Home Finance News Foreign investors from Mauritius likely to keep taxman at bay

Foreign investors from Mauritius likely to keep taxman at bay

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Foreign investors coming from Mauritius are often denied capital gains tax relief on the grounds that persons controlling the tax haven companies are based in other countries. This may change now.

One such attempt by the Income tax (I-T) department to lift the ‘corporate veil’ was struck down this week by a court which ruled that the tricky subject of ‘beneficial ownership’ (BO) of the Mauritian entity cannot be linked to capital gains.

The ruling by Income tax Appellate Tribunal (ITAT), a quasi-judicial authority, relating to Blackstone FP Capital Partners Mauritius V Ltd, pertains to financial year 2015-16 when it booked capital gains of over ₹900 crore after selling stocks of

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The tax officer’s contention was that the effective control of the company in Mauritius lay with entities in the Caribbean tax haven Cayman Islands. Thus, Blackstone cannot derive the capital gains tax benefits – with no tax required to be paid for sale of stocks bought before 2017 – as provided in the amended treaty between India and Mauritius. The tax officer believed it was a fit case to lift the proverbial corporate veil to point fingers at the real BOs.

‘Certificate of Residence Enough’

However, ruling on the appeal by Blackstone, the Mumbai bench of the Tribunal, comprising judicial member Pavan Kumar Gadale and vice president Pramod Kumar, said the “concept of BO of the capital gains” cannot be read into the scheme of Article 13 (dealing with capital gains) of the treaty.

“The Tribunal has held that the Treaty does not require the BO test to be met for capital gains tax exemption. The (apex tax body) CBDT had already issued Circular no. 789 in 2000 stating that wherever a Certificate of Residence is issued by the Mauritian Authorities, such a Certificate will constitute sufficient evidence for accepting the status of residence as well as BO for applying the Treaty. This circular has been upheld by the Supreme Court in the case of Azadi Bachao Andolan as well as in Vodafone. This circular does not appear to be dealt with in the ruling,” said Shefali Goradia, Partner (Business Tax) at Deloitte Touche Tohmatsu India.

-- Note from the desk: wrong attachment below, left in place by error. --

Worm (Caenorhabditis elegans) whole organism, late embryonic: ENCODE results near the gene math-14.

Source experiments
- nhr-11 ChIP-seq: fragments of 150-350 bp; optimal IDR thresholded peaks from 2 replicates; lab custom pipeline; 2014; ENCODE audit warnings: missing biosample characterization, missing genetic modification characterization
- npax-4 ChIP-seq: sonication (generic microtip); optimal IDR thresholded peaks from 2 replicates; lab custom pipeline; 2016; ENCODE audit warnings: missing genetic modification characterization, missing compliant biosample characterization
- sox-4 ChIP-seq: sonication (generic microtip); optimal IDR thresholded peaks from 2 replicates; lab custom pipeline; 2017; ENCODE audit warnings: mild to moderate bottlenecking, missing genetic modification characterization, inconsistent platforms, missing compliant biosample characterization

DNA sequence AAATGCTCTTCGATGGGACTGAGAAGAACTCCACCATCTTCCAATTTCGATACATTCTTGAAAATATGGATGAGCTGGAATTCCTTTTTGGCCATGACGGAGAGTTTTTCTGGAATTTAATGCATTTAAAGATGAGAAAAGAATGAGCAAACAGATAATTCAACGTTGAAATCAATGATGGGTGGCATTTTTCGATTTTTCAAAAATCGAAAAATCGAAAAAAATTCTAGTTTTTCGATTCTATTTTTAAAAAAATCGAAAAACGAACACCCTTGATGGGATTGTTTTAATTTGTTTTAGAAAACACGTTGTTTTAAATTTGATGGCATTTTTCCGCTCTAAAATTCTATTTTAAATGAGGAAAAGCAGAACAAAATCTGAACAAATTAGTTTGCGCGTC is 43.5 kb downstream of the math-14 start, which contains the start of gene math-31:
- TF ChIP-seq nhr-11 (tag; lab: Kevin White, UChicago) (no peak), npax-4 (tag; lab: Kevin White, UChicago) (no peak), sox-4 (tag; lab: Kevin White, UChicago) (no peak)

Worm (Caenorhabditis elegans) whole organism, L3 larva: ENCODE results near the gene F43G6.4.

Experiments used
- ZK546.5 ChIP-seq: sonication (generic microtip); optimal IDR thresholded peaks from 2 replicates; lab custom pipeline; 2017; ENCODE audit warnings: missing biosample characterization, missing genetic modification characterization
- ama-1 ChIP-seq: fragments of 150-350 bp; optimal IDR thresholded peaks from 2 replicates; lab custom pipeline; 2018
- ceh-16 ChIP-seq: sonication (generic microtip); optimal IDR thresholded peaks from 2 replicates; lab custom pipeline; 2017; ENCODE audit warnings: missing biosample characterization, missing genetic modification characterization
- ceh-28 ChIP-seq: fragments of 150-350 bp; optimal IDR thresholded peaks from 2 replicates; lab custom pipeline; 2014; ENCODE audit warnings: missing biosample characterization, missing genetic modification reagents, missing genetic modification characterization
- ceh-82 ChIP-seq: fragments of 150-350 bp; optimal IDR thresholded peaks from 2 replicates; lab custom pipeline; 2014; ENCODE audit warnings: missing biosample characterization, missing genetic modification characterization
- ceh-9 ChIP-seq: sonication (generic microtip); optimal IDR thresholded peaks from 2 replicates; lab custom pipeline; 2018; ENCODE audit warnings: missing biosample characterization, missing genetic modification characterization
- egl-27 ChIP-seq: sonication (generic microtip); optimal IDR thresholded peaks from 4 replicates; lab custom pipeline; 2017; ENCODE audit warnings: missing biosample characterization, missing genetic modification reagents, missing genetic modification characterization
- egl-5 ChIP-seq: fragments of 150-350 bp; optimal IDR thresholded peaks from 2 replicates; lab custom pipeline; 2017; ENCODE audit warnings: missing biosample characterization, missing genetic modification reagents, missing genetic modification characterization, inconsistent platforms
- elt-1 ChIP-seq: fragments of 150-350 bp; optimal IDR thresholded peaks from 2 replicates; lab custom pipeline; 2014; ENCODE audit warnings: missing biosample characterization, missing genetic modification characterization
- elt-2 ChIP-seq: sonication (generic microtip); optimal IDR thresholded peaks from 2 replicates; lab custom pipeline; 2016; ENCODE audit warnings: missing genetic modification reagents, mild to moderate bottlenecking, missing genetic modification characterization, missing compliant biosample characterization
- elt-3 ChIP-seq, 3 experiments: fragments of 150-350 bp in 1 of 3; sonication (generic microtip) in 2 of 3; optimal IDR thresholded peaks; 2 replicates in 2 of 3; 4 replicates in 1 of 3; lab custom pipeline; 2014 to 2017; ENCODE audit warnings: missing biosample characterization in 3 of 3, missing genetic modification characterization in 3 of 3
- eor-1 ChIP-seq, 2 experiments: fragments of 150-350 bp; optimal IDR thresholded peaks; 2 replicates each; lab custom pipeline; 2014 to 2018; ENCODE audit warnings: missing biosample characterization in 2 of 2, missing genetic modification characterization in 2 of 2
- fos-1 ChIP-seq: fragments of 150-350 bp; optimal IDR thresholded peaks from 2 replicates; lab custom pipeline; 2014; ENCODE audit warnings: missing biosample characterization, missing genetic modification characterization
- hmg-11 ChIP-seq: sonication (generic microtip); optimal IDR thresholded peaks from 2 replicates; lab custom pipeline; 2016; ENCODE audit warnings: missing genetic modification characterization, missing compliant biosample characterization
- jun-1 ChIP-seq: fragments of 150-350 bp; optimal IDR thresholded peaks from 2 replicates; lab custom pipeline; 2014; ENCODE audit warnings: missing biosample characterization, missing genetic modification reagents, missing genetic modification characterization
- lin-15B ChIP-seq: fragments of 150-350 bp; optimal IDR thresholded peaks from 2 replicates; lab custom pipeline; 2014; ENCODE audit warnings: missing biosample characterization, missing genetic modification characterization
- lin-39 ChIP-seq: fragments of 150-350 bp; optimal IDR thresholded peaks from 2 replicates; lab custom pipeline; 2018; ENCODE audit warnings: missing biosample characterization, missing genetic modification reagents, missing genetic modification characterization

While the ruling has gone down well, ITAT’s decision to send the matter back to the assessing officer (AO) has evoked mixed feelings.

According to Parul Jain, who heads international tax practice at Nishith Desai Associates, tax jurisprudence in the past has also unequivocally upheld that corporate veil of an entity can be pierced only in instances when the transaction appears to be a sham. “Simply because the Mauritius entity is held by a Cayman parent cannot be a prima facie reason for lifting the corporate veil. However, once ITAT established that the beneficial ownership criteria cannot be read into Article 13, the remand of the case back to the AO seems unwarranted, and may prolong litigation,” said Jain.

There is a raging debate globally on BO in the context of treaties. Against this backdrop, ITAT feels it’s not at the whim or fancy of a tax authority to decide what constitutes BO. Agreeing that the Tribunal has rightly observed that requirement of being a BO is not present under Article 13(4) of the Treaty, Sanjay Sanghvi, partner at Khaitan & Co, said it would be interesting to find out what parameters or principles the tax officer apply to see if the requirement of BO is really inbuilt under Article-13 of the Treaty. The tax officer will now have to show, based on facts, as to why the Mauritius entity should not be treated as BO of the shares and its corporate veil should be lifted, said Goradia.

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